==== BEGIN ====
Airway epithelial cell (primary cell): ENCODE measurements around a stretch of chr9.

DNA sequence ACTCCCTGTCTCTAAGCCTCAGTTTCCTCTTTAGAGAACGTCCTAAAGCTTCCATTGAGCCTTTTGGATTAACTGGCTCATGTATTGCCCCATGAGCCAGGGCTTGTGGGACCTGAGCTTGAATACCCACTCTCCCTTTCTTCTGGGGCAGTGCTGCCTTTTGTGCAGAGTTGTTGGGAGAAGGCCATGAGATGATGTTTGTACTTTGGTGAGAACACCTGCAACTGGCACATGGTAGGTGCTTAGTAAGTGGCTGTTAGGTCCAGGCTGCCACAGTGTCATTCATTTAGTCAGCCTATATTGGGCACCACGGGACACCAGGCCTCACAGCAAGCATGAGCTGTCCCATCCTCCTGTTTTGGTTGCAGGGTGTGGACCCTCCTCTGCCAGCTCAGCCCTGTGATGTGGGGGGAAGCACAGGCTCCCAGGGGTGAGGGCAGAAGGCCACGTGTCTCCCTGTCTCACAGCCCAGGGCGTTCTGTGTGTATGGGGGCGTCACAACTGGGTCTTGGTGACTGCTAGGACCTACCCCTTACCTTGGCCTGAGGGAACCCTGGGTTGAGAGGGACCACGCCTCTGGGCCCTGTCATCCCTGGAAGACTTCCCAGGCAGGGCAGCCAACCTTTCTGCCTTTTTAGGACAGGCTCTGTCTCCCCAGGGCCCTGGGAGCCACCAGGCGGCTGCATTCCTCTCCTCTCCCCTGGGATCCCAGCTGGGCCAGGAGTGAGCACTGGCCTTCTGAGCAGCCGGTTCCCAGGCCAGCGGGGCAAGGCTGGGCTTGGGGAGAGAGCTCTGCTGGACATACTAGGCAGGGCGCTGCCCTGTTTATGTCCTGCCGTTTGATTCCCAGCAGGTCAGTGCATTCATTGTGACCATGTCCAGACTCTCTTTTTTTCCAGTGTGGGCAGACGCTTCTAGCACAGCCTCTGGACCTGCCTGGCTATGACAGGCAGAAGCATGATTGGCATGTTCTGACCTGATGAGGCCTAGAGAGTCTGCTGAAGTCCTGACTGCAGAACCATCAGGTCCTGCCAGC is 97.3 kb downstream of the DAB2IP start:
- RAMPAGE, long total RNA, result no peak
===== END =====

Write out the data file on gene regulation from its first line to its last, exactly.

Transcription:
Airway epithelial cell (primary cell): ENCODE measurements around a stretch of chr9.

DNA sequence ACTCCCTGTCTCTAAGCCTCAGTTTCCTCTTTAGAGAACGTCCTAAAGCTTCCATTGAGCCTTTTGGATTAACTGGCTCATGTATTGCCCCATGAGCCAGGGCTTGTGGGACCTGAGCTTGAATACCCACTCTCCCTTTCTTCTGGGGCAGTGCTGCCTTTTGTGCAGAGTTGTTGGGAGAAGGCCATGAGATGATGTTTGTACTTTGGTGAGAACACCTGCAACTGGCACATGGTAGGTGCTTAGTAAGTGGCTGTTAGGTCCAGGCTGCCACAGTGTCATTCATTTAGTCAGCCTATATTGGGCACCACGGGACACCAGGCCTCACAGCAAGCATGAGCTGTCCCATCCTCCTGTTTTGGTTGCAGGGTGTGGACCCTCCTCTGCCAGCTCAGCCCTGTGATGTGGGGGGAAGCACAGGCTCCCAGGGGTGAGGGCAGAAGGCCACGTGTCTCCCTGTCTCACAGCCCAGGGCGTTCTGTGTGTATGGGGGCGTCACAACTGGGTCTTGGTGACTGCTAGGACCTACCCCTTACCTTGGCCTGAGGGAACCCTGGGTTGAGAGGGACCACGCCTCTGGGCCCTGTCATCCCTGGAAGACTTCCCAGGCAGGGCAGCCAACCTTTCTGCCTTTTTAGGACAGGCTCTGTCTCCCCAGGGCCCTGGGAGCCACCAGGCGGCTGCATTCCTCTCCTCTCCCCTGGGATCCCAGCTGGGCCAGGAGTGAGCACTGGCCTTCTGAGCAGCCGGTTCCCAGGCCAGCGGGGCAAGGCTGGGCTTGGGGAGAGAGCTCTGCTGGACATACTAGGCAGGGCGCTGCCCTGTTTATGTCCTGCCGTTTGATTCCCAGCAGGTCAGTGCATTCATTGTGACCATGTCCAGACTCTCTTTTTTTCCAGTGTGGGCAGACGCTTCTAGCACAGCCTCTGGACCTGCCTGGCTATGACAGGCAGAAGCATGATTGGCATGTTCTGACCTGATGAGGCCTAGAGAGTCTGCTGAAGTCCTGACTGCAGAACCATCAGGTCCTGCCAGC is 97.3 kb downstream of the DAB2IP start:
- RAMPAGE, long total RNA, result no peak